An open letter to advertising professionals and education partners

From a trepidatious BIPOC student about to enter the field.

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By Ashley Lorenzo

As an ambitious BIPOC student, excited to enter the field of advertising, I can’t help but begin to think of all the possible career opportunities open for me. My long-term goal for my career is to become an agency leader at a well-established agency… but will I have access to the same opportunities as my white peers? As a BIPOC, will I be overlooked? Will hard work and effort result in success, or will my career goals be challenged by systemic racism?

There is a lack of overall BIPOC representation in the industry as a whole. According to a poll conducted by ICA member agencies, 73.9% of agency staff in Toronto are white, as opposed to only 2.9% of Black staff. Additionally, there is an evident lack of BIPOC in leadership positions within Canadian advertising agencies. This underrepresentation of BIPOC voices becomes reflected in the advertisements created. The narratives portrayed, the faces shown – are not accurate representations of the diversity of our society. BIPOC voices deserve to be amplified and celebrated – both in front and behind the scenes.

Speaking as a BIPOC advertising student, the issue of systemic racism in the advertising industry along with the lack of diversity, is concerning. The advertising industry should be where BIPOC talent can thrive, not be shadowed; where our ideas are welcomed and valued, not overlooked; and where equality is the paradigm.

Instead, the underrepresentation of BIPOC professionals in the industry and within the advertisements created, can cause feelings of discouragement. It makes us question our significance as individuals, and as professionals in the industry.

So now the questions remain: What actions can be taken by industry leaders and educational partners to create change? What can each of them do to ensure that BIPOC students feel supported entering the industry?

In addition to the items in the Open Letter to Canadian Advertising and Marketing Industry Leaders, I ask advertising agencies and educational partners to consider the following actions:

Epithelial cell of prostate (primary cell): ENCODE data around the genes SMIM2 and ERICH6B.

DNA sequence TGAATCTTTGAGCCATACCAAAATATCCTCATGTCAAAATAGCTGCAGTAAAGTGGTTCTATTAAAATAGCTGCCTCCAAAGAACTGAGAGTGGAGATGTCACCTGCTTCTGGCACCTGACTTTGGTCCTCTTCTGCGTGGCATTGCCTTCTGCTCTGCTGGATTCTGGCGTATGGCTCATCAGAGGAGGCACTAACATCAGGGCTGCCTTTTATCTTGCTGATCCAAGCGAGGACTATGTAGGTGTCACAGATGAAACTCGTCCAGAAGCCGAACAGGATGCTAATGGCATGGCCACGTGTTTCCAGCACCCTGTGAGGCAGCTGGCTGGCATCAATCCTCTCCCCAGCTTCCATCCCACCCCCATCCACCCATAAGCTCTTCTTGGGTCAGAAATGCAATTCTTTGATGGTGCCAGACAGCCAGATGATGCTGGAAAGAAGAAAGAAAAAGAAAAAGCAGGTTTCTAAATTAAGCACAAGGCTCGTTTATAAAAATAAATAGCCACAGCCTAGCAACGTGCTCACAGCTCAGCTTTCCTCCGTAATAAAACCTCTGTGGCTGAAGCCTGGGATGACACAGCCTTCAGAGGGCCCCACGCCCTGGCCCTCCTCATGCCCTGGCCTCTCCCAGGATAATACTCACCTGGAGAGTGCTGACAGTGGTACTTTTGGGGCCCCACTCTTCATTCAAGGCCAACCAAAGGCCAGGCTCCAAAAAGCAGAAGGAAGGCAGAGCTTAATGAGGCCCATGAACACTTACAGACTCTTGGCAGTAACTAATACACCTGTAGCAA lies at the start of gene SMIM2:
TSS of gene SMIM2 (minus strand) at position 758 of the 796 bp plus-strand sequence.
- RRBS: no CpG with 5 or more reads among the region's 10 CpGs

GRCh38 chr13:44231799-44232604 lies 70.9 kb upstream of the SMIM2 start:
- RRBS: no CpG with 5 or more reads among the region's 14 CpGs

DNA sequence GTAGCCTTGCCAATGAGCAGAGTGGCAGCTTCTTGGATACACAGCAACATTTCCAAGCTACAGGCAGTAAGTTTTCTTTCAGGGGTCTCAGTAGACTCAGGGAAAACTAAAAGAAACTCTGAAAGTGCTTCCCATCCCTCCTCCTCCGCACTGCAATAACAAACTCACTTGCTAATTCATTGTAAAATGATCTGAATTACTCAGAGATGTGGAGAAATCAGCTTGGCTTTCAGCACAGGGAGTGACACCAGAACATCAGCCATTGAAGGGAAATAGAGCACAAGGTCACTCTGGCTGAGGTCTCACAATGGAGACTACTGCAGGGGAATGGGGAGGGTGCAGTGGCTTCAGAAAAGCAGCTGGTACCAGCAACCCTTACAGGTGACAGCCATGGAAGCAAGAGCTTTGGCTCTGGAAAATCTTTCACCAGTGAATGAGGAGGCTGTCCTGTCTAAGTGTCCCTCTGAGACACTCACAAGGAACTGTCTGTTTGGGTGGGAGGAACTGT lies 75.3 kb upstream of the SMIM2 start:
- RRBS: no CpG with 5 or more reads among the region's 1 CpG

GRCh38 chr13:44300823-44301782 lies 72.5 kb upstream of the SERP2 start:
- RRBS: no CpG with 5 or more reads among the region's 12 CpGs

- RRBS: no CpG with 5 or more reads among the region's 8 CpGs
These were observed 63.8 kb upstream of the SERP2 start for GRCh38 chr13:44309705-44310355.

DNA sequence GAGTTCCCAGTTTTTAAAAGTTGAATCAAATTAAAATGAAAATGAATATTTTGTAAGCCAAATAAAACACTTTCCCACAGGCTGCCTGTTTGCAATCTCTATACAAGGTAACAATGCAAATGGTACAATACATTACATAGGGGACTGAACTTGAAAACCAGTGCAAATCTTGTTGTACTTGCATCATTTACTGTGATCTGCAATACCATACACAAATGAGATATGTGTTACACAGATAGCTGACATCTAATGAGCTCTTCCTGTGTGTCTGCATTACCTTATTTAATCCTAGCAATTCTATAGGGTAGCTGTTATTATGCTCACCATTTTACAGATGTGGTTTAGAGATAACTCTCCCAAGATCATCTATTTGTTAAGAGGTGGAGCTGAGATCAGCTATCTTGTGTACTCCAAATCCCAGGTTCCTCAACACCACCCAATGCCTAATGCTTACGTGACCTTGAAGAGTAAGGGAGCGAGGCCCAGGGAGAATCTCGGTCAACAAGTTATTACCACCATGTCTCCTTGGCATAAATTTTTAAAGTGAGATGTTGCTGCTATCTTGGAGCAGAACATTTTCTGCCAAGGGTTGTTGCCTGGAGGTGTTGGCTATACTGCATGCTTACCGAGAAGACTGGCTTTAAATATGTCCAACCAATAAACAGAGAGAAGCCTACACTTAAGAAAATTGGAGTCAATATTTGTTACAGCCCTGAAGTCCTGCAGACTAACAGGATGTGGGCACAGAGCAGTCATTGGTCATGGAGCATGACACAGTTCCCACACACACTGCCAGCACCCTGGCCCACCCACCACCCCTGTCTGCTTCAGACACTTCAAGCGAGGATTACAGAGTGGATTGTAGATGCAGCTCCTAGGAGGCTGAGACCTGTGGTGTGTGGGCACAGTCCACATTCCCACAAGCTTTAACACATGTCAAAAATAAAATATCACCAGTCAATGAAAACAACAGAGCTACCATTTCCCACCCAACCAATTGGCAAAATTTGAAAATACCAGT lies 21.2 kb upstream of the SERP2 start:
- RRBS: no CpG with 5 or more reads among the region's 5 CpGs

1. Implement courses in the Advertising and Marketing curriculums that address:
    a. the need and importance of diversity and inclusivity in advertisements
    b. the hiring gap between BIPOC and white individuals in the industry

The earlier we start having these conversations, the better cultural awareness individuals will have before entering the field. Students are the future of the industry – and therefore, need to have an understanding of how to address these issues.

  1. Create open mentorship and networking opportunities between BIPOC advertising students and agency professionals.

Educational partners are encouraged to partner with agencies to provide and pair BIPOC advertising students with BIPOC agency mentors, to allow for comfortable and open conversation, easing their transition into the industry.

  1. Invest in specialized internships for BIPOC students.

Earlier this year, advertising agency Taxi in Toronto launched its “Black Taxi” initiative, the first of its kind within the Canadian ad industry. This paid internship for Black Canadians shows the agency’s commitment in supporting Black talent.

As an optimist and advocate for change, I have full confidence in the advertising industry’s ability to commit to long-term change. The Open Letter to Canadian Advertising and Marketing Leaders currently has over 500 signatures from allies in both agency and client settings, a promising sign that the industry is heading in the right direction.

Beyond my personal goal of making it to the C-Suite of my dream agency, I hope that my future success story will inspire fellow BIPOC students looking to join the industry.

AshleyLorenzo_Headshot (1)Ashley Lorenzo is a second-year Advertising and Marketing Communications Management student at Centennial College